# How many $4$-digit numbers of the form $1a2b$ are divisible by $3$?

How many $$4$$-digit numbers of the form $$\overline{1a2b}$$ are divisible by $$3?$$

Hello I am new here so I don’t really know how this works. I know that for something to be divisible by 3, you add the digits and see if they are divisible by $$3$$. So that means $$3+a+b=6, 9, 12, 15, 18,$$ or $$21.$$ I’m just confused about how to calculate the number of cases.

• Not sure the reason for the downvote here. This new contributor has clearly shown that they have thought about the problem and has described where they got stuck. +1 for showing your thoughts so far, and welcome to math.stackexchange! – Stahl Aug 4 at 5:38
• Observe that "$1a2b$" is divisible by $3$ iff "$ab$" is. – Angina Seng Aug 4 at 7:47

Giving you a hint :-

You got $$3 + a + b = 6,9,12,15,18$$ or $$21$$, which implies that $$a + b = 3,6,9,12,15$$ or $$18.$$ Now do Case-Work and find all possible $$a,b$$ which can satisfy these . This may take a bit of work.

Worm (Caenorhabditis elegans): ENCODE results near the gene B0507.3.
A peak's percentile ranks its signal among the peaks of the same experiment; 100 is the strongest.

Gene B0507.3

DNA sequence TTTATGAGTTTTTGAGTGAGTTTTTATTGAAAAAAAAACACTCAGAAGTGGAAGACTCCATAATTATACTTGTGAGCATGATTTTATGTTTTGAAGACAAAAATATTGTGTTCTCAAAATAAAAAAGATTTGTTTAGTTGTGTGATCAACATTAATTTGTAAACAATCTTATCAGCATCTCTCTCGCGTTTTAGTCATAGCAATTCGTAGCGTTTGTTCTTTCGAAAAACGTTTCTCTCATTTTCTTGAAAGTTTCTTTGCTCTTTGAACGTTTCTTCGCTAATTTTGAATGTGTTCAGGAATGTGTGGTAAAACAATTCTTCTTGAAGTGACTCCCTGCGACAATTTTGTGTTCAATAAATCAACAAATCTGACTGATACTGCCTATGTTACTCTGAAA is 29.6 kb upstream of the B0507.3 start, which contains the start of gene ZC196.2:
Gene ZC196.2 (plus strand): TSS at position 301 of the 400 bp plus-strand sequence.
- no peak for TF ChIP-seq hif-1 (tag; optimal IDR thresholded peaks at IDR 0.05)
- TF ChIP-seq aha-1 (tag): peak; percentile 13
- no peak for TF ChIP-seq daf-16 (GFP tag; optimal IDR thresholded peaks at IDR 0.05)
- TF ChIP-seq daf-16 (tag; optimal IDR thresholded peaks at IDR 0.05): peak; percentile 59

$$($$For e.g. when $$a + b = 3$$ we have $$(a,b) = (0,3),(1,2)(2,1)(3,0))$$

Note that you forgot the case when $$3 + a + b = 3$$, in that case $$(a,b)$$ = $$(0,0)$$.

Edit :- Keep in mind that $$a,b$$ are $$1$$-digit numbers . Hence if $$a + b = 12$$ , $$(a,b) = (1,11)$$ is not a solution, but $$(a,b) = (3,9)$$ is a solution .

• This is a nice answer. One suggestion: when you write "You got :- $3 + a + b$..." one might accidentally read that as $-3 + a + b$ instead of $3 + a + b$. I would remove the "-" for clarity. – Stahl Aug 4 at 5:42
• Oh ok thank you for the help! – user813663 Aug 4 at 5:45
• It definitely would result a lot of cases , but it won't be that difficult to count all of those . Also note that for $18$, u only have $(9,9)$ as $a$ and $b$ are $1$-digit numbers – Anonymous Aug 4 at 5:49
• Yeah , $34$ is the correct answer . Good Job ! – Anonymous Aug 4 at 6:04
• Yay thank you so much!!! :D – user813663 Aug 4 at 6:05